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Earlier this month the government released its eagerly-anticipated housing White Paper. The 104-page document sets out how the Conservative Party intends to improve the supply/demand imbalance of housing in the UK.
Titled 'Fixing our broken housing market', the document was unveiled by Communities Secretary Sajid Javid and includes comment from the Prime Minister Theresa May.
It sets out 29 objectives which the government hopes will help improve the provision of rental and owner occupier housing. The objectives are split into four categories: 'Planning for the right homes in the right places', 'Building homes faster', 'Diversifying the market' and 'Helping people now’.
As expected, the White Paper has been welcomed by some and criticised by others. But how will it impact estate and letting agents?
Rental sector focus
One of the key takeaways from the White Paper is that it is quite clear the government is keen for the Private Rented Sector (PRS) to growth further.
One of the principal rental sector objectives - and something that will have a direct effect on agents - is to 'make renting fairer for tenants'. While on the surface this proposal may seem a bit vague, the White Paper does explain that this measure includes introducing longer tenancies and of course going through with the proposed ban on letting agent fees charged to tenants.
There'll also be further encouragement of institutional investment in the fledgling Build to Rent sector - in which three-year tenancies will be the standard.
Housebuilding should become easier
When it comes to the owner occupier market, the White Paper makes it clear that the planning and housebuilding processes need to be simplified if the country wants to up its annual production of homes.
There is a pledge to make leasehold terms fairer, which is aimed to benefit house buyers, while there are also commitments to cutting red tape and providing free public land for construction.
Sajid Javid reiterated that there will be no building on the Green Belt – except in extreme circumstances. Other ideas put forward in order to stimulate the house building and property sales markets include clarifying what land is available for development, targeting the £2.3 billion Housing Infrastructure Fund and backing small and medium-sized house builders to grow.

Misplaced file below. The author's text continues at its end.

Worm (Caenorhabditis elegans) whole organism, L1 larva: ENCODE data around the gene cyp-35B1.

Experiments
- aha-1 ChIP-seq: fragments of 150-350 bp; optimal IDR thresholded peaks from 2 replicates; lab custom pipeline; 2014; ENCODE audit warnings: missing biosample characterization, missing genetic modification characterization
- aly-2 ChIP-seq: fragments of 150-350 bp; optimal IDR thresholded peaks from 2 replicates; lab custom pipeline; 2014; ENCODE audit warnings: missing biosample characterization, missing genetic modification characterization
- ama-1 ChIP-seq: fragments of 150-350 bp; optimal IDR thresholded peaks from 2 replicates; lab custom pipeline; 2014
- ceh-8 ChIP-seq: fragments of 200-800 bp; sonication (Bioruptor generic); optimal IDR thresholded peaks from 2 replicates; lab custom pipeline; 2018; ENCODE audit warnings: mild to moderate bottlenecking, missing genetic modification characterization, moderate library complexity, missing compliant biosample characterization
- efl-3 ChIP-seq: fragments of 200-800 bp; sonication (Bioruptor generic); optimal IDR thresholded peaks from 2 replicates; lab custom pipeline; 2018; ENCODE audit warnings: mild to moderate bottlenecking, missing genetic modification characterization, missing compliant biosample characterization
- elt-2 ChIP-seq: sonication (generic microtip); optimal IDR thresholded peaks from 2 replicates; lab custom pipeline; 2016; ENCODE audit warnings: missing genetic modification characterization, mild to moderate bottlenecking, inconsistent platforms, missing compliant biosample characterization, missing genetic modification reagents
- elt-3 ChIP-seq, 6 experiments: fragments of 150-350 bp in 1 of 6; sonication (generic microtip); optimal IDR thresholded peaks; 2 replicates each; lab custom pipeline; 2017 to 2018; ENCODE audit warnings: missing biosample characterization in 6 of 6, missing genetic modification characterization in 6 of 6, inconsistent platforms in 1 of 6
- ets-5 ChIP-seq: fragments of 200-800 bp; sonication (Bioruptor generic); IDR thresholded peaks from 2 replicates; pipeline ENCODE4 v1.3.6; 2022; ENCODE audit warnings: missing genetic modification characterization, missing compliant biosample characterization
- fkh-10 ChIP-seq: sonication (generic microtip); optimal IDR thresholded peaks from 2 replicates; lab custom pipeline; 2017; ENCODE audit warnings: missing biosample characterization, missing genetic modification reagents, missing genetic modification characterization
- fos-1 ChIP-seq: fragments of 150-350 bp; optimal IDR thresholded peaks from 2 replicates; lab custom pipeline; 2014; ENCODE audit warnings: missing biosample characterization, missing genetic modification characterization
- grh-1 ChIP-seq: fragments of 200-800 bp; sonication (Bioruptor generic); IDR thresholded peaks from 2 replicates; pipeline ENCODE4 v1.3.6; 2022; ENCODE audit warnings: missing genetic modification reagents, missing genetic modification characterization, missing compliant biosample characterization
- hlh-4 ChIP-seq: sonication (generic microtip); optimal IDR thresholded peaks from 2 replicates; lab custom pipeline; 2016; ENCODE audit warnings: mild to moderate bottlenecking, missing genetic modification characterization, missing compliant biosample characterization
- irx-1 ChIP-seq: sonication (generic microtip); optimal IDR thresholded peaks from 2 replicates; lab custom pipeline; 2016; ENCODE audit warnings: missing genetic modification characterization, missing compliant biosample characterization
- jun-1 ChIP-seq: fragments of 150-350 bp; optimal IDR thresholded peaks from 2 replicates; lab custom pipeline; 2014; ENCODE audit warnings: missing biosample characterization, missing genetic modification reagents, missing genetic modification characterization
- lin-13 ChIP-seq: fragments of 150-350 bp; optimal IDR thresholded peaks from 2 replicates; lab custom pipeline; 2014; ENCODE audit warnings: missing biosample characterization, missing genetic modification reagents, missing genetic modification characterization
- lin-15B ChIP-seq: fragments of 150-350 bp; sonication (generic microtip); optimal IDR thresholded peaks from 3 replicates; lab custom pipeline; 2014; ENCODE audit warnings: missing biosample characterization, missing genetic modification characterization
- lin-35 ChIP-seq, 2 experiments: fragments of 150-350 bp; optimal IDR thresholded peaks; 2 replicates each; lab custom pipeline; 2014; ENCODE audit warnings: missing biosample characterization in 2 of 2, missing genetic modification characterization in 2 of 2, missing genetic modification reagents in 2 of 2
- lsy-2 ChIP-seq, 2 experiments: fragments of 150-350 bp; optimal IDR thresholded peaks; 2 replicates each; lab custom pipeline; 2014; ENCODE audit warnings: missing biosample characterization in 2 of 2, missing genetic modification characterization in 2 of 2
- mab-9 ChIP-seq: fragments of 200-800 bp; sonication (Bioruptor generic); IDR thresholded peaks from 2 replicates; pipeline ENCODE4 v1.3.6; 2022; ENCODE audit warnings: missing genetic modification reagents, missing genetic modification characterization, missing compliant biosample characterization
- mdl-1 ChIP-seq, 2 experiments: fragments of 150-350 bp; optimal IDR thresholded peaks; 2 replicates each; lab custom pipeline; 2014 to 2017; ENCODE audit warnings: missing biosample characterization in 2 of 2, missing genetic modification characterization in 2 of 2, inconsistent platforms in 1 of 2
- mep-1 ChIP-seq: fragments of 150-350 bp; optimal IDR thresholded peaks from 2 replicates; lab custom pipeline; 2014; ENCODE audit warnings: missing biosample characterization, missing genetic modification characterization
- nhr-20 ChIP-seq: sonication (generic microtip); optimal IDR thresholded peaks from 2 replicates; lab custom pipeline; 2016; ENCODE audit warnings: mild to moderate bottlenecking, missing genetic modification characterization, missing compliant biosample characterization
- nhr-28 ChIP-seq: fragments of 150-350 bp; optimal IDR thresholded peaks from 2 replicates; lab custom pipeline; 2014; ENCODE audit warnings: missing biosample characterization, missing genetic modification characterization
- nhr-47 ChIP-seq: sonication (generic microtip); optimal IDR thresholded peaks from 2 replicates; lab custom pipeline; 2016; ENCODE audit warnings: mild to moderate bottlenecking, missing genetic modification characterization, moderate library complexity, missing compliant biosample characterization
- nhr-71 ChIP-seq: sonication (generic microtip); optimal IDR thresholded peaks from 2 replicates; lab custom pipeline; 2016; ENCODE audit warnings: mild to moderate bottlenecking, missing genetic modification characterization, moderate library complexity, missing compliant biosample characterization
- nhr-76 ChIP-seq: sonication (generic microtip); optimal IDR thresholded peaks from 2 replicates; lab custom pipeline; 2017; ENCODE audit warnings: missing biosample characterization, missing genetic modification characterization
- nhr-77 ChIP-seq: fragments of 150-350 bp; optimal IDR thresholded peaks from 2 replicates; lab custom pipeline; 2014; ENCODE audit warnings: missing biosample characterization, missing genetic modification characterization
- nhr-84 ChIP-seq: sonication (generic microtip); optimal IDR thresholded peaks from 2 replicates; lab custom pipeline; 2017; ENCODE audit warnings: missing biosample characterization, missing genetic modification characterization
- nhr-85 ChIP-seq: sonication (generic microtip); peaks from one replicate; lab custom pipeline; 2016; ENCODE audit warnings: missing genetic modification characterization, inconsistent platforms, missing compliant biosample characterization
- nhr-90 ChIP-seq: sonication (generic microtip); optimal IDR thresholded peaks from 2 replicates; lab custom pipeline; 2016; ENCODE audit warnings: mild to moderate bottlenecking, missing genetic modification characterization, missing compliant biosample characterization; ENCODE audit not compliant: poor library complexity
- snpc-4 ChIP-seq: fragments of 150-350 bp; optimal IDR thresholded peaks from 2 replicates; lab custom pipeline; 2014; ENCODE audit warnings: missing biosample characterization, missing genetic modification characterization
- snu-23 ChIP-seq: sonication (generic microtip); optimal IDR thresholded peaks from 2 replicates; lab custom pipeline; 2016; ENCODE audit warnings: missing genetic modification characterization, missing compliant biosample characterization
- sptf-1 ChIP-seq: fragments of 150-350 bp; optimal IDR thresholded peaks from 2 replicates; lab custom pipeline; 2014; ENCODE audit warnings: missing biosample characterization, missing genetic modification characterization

Response and reaction
There has been a mixed response to the publishing of the White Paper. A number of the proposed measures have been welcomed by housing and property experts, but the main criticism is that the government’s plans aren’t bold or innovative enough to make a significant difference.
Here is what the trade bodies representing estate and letting agents had to say…
Mark Hayward, Managing Director of the National Association of Estate Agents (NAEA):
“Only 32,000 affordable homes were built in 2016, and this is totally unacceptable, especially given the number of homes we really need.”
“The announcement the government plans to diversify the market by opening it up to smaller builders who embrace innovative and efficient methods is great and could go some way in helping deliver a vast number of homes quickly.”
“However, it’s vital the government considers the cost of building modular homes and understands these could remain unaffordable and unsuitable.”
“Plans to help older people move at the right time and in the right way to free up homes for other buyers is an important issue and something we believe would make a big difference. Around two fifths of homes in the UK are owned by those aged over 65, who have no desire to move as they do not want to sustain the costs or stress involved with moving. They are considered ‘bedroom blockers’ and are the main reason why there are a large number of homes with two or three spare bedrooms.”
David Cox, Managing Director of the Association of Residential Letting Agents (ARLA):
“We are pleased that the government has signalled a move towards a mixed tenure approach to house building and recognised that owner-occupation is not the only option available. It is important that we have a housing market that works for everyone, not just for those who own their own property.”
“ARLA welcomes plans to encourage more institutional investment to boost the number of properties available for rent. Any proposals that increase supply should be applauded.”
“However, this approach should not be at the expense of small landlords. Experience has shown that, even in countries where institutional investment has been encouraged, it still only makes up a small part of the sector. Small landlords are vital to the health of our rental sector.”
“ARLA welcomes any attempt to improve stability in the housing market and it is important that tenants feel that they are secure in their homes. [We] have been working closely with DCLG on proposals for incentivising longer term tenancies; after all, it is in the best interests of landlords, tenants and agents to have long, well maintained tenancies.”
The government now has around three years to implement its changes and make a difference. It is likely to be judged strongly on its housing performance in the run up to the next general election in 2020.
A number of the proposals put forward this month will require changes to the National Planning Policy Framework if they are to be implemented, while others will require consultation. All of which is likely to take weeks and months.
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